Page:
His part in Yamato Takeru also prefigures one of Abe's first starring roles in the similarly themed Moon Over Tao (1997). The brainchild of Zeiram mastermind Amemiya Keita, Moon Over Tao features the director's usual mix of jidaigeki action and extraterrestrial science fiction. Abe stars as Hayate, a medieval samurai retainer who teams with a Buddhist monk played by Nagashima Toshiyuki to discover the origins of an unbreakable sword. Zeiram star Moriyama Yuko is also on hand as a trio of identical alien beings sent to our planet to retrieve the blade, which leads to the expected low-budget thrills as samurai and space aliens duke it out for the future of feudal Japan - and the galaxy.


Deliriously cheesy as it is, Moon Over Tao was just the prelude to Abe's first unmitigated camp success. As the diabolical government agent behind the carnage of Godzilla 2000, Abe goes toe-to-toe with the legendary lizard - and manages to chew enough scenery to more than hold his own against what is arguably the most famous face in Japanese film history. Oddly enough, despite Abe's subsequent superstardom in his home country, Godzilla 2000 remains his highest-profile appearance in the West, where the film was given a wide theatrical release by TriStar Pictures. Sporting an intentionally bad dubbed soundtrack to capitalize on Godzilla's cult following abroad, the film was a modest box office success in the US, and the slightly off-synch shot of Abe shouting "Godzilla!!!" became a centerpiece of TriStar's marketing campaign.


Also in 2000, Abe had the good fortune to land a supporting part in Jingle Ma's caper comedy favorite Tokyo Raiders. Although the show belongs to Hong Kong superstars Tony Leung, Ekin Cheng and Kelly Chen, Abe couldn't have asked for a better international debut. Tokyo Raiders went on to become something of a latter day classic of Hong Kong Cinema and anticipates Abe's later international crossover hit Chocolate.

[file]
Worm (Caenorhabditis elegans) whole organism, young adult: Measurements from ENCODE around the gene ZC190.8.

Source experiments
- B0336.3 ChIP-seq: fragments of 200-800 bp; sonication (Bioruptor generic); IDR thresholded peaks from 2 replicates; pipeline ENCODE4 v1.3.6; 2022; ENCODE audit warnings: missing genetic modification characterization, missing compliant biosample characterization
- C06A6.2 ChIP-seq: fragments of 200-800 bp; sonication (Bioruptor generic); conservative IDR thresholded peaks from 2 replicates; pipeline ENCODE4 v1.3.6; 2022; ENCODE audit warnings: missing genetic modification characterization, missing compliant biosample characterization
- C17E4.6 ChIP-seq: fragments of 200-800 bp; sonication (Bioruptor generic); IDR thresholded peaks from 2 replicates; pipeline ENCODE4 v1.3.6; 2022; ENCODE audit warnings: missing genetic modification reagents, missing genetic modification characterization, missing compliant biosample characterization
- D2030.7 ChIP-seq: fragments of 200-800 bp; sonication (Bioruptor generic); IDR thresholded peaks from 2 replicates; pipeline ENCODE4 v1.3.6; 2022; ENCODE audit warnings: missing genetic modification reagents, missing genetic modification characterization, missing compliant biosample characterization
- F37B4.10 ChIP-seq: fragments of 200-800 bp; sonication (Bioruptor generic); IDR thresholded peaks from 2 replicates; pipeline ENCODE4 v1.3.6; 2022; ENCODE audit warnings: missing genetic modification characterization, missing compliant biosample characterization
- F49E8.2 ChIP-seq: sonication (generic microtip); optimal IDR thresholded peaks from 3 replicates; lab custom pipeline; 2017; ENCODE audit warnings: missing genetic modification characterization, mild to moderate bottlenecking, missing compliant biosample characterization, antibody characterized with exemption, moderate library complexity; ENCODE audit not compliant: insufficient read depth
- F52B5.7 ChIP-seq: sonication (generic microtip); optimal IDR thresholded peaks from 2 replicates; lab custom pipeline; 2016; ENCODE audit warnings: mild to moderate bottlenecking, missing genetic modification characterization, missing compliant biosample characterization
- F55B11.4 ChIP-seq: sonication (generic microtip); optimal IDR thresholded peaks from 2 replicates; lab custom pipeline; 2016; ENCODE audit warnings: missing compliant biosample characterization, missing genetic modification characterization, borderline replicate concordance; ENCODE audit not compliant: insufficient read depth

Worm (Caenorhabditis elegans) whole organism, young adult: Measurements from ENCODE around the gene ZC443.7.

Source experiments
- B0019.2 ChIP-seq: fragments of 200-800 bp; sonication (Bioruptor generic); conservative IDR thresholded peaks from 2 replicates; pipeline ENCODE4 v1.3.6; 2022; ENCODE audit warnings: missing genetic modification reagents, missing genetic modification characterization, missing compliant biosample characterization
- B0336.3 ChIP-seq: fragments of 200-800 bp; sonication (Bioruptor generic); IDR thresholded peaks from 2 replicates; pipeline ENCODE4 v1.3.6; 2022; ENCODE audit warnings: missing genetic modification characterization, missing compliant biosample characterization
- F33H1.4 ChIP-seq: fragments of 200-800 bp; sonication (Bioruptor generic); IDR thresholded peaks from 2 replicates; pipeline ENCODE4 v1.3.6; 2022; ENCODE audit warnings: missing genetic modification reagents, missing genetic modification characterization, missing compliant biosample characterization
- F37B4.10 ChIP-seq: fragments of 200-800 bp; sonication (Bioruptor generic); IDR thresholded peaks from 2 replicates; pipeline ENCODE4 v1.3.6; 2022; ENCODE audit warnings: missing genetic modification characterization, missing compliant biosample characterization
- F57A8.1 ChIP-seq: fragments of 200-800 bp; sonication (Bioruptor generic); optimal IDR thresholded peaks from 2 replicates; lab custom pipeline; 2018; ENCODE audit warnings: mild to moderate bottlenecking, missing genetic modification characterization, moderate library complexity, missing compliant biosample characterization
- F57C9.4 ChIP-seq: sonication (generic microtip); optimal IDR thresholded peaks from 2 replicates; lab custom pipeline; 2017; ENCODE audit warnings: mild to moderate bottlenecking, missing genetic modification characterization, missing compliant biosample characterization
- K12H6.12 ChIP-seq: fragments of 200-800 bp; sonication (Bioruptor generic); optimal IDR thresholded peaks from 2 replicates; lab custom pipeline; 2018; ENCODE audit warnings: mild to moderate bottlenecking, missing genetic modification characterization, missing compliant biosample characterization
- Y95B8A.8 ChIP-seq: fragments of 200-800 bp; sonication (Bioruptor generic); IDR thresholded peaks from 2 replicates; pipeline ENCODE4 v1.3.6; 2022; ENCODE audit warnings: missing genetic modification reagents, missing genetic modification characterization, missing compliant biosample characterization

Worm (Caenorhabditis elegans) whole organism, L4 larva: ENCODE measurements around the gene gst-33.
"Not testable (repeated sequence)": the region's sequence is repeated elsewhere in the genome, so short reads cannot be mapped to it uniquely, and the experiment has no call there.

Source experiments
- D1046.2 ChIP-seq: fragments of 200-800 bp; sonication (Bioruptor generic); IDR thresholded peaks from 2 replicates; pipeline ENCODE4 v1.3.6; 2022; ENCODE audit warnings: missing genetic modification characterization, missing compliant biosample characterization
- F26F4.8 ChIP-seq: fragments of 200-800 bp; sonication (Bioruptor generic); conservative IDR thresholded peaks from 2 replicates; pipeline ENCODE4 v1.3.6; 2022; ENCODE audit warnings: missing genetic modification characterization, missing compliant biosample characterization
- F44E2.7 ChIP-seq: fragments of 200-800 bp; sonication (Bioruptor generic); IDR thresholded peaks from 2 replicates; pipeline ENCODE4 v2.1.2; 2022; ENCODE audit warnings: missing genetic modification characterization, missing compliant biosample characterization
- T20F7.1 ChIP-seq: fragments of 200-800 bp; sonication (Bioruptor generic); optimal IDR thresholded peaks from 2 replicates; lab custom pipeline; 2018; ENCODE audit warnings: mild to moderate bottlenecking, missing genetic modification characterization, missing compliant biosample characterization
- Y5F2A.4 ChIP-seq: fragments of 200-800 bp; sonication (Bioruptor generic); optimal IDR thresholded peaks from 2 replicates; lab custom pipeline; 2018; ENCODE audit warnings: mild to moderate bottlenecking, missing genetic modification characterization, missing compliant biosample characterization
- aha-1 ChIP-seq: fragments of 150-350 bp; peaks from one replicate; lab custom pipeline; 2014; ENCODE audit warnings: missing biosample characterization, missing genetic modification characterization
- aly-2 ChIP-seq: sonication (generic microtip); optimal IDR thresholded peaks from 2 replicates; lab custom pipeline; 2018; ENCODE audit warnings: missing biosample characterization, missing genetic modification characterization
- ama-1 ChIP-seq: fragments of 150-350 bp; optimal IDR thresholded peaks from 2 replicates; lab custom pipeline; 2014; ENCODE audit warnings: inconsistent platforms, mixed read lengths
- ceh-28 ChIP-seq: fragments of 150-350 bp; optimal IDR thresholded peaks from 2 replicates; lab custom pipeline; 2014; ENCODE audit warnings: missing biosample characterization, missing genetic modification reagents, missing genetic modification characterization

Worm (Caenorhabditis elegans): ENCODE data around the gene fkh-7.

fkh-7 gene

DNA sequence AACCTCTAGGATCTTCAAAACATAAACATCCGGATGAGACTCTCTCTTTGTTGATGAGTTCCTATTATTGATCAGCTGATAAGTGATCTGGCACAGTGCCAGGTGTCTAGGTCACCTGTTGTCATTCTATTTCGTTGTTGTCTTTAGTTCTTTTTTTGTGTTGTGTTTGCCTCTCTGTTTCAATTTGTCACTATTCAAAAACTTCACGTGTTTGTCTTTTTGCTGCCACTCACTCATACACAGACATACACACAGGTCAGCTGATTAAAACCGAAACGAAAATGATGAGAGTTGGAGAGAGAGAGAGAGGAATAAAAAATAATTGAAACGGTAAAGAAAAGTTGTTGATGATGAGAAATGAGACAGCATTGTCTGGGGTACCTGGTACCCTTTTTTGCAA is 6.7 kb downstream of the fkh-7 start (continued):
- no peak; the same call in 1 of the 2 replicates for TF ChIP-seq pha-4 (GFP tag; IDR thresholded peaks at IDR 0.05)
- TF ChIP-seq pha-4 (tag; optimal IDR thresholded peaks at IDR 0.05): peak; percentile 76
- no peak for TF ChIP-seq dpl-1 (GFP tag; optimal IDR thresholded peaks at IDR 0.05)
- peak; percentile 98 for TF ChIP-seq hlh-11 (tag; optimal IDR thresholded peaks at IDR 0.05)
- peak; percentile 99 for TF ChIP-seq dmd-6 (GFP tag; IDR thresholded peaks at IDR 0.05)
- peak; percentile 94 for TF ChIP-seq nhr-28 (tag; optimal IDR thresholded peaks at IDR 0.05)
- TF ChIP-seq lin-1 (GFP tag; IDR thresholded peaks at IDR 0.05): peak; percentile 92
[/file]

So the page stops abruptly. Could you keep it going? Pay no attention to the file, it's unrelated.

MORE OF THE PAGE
Tricky Business

While Abe was clearly having a lot of fun playing opposite such luminaries as Tony Leung and Godzilla on the big screen, television has always been the ultimate proving ground for Japanese talent. For Abe, the breakthrough moment was 2000's Trick, an offbeat comedy/mystery series that's been described as equal parts X-Files and Scooby-Doo. Trick's irresistible premise concerns Nakama Yukie as an out-of-work magician who teams up with a skeptic professor of psychics (Abe) to investigate and debunk supernatural mysteries. The show scored a big hit for Asahi TV, in part thanks to its genre-bending novelty, but Trick owes its success mainly to the chemistry between Nakama's savvy prestidigitator and Abe's brainy but easily bamboozled academic. After Trick, Abe was on the fast track to superstardom, but he's always found time to reprise the role that made him famous in various TV specials and feature film sequels, to the delight of fans.